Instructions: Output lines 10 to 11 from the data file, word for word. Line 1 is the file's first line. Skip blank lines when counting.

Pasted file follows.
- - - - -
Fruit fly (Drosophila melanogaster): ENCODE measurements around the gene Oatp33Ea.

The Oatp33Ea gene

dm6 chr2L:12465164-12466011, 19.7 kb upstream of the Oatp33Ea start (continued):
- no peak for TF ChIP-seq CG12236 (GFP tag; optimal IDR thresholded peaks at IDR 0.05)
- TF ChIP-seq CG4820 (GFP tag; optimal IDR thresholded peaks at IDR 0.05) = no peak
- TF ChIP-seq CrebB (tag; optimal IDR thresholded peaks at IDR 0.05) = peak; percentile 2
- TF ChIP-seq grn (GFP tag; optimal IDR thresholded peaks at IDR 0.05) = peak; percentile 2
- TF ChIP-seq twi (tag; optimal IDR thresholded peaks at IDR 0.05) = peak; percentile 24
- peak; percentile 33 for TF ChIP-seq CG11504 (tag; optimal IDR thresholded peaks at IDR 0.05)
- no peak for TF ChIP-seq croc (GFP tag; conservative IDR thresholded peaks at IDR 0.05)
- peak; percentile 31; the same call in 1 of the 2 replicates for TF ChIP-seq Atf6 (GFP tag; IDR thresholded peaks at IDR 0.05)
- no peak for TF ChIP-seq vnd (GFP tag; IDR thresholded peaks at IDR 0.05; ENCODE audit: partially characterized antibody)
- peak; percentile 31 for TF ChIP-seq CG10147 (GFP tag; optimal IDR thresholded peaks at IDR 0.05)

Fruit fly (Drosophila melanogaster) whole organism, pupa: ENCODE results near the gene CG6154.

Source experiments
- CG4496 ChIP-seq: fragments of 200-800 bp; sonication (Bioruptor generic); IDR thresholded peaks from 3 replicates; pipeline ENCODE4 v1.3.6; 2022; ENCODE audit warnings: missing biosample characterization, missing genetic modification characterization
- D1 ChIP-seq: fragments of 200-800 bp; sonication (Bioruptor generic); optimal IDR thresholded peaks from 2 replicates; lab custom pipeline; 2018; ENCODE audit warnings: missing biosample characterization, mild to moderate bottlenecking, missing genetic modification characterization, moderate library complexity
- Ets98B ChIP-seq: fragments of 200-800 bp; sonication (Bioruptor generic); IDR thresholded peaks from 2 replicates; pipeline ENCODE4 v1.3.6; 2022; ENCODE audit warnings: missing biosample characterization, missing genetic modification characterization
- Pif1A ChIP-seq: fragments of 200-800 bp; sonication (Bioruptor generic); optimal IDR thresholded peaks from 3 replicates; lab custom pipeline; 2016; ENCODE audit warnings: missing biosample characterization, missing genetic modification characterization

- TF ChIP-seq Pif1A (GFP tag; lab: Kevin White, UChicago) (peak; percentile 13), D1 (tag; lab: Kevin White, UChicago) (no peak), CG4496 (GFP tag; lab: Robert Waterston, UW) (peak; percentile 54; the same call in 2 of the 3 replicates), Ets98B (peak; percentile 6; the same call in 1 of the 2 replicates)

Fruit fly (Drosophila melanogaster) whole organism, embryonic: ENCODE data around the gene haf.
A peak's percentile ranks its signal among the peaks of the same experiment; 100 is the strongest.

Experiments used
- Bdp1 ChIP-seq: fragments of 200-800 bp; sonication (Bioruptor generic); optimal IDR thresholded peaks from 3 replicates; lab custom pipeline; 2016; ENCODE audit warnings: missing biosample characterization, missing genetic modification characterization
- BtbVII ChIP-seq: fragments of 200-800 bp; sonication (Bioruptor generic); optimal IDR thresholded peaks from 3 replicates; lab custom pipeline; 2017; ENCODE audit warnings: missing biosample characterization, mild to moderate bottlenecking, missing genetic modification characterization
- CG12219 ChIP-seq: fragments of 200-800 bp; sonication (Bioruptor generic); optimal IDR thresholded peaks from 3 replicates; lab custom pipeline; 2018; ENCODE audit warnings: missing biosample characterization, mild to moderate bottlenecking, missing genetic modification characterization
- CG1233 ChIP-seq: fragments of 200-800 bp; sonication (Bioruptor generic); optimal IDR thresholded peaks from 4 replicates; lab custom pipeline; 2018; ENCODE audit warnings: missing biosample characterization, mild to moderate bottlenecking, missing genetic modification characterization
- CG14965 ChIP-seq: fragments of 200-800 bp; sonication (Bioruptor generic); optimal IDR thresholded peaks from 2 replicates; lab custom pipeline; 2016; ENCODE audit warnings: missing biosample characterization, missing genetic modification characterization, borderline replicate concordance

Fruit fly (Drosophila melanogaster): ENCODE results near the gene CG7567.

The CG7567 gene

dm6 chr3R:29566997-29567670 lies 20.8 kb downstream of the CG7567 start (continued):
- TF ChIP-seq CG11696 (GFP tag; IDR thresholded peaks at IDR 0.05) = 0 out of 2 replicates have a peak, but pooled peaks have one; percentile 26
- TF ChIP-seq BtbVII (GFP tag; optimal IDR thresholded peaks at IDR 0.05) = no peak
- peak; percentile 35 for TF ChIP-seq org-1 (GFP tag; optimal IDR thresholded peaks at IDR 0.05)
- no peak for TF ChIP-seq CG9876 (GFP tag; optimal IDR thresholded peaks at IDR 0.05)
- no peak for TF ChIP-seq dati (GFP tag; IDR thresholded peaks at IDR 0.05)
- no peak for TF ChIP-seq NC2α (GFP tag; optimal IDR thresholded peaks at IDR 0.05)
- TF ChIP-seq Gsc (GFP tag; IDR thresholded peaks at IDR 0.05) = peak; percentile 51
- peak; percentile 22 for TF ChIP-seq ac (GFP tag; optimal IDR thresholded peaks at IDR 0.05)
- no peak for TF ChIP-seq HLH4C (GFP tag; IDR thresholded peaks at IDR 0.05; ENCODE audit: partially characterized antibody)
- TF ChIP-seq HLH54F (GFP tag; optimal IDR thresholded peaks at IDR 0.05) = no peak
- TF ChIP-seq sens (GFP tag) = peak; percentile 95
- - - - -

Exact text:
- no peak for TF ChIP-seq croc (GFP tag; conservative IDR thresholded peaks at IDR 0.05)
- peak; percentile 31; the same call in 1 of the 2 replicates for TF ChIP-seq Atf6 (GFP tag; IDR thresholded peaks at IDR 0.05)